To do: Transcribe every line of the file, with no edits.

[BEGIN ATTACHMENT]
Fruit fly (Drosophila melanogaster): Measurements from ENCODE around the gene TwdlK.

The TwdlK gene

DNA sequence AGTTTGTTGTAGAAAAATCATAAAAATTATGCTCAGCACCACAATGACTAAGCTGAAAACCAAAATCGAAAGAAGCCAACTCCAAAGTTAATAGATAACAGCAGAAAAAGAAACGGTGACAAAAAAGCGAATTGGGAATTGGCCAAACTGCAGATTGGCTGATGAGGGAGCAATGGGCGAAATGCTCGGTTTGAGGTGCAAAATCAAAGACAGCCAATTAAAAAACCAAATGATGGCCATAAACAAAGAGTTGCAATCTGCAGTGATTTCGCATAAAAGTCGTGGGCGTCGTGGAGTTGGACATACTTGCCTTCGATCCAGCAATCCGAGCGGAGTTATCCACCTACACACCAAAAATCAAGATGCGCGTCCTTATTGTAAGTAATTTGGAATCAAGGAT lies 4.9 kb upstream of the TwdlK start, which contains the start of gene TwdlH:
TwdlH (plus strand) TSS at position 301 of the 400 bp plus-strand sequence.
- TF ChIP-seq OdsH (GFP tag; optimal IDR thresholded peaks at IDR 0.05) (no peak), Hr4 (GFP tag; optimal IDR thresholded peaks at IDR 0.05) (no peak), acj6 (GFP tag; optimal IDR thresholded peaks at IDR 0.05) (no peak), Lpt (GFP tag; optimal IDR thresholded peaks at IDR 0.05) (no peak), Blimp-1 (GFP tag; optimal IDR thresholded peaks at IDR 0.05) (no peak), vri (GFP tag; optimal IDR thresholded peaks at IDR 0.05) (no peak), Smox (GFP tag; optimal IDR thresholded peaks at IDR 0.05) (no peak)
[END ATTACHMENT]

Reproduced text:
Fruit fly (Drosophila melanogaster): Measurements from ENCODE around the gene TwdlK.

The TwdlK gene

DNA sequence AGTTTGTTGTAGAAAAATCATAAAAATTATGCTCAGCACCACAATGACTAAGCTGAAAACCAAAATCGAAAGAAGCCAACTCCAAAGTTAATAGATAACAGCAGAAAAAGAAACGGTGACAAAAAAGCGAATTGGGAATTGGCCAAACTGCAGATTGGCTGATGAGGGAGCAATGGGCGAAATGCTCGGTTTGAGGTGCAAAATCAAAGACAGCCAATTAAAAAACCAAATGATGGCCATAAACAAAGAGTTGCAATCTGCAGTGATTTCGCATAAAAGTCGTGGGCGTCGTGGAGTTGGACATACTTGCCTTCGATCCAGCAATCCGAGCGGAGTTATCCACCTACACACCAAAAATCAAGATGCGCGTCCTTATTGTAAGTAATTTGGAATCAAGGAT lies 4.9 kb upstream of the TwdlK start, which contains the start of gene TwdlH:
TwdlH (plus strand) TSS at position 301 of the 400 bp plus-strand sequence.
- TF ChIP-seq OdsH (GFP tag; optimal IDR thresholded peaks at IDR 0.05) (no peak), Hr4 (GFP tag; optimal IDR thresholded peaks at IDR 0.05) (no peak), acj6 (GFP tag; optimal IDR thresholded peaks at IDR 0.05) (no peak), Lpt (GFP tag; optimal IDR thresholded peaks at IDR 0.05) (no peak), Blimp-1 (GFP tag; optimal IDR thresholded peaks at IDR 0.05) (no peak), vri (GFP tag; optimal IDR thresholded peaks at IDR 0.05) (no peak), Smox (GFP tag; optimal IDR thresholded peaks at IDR 0.05) (no peak)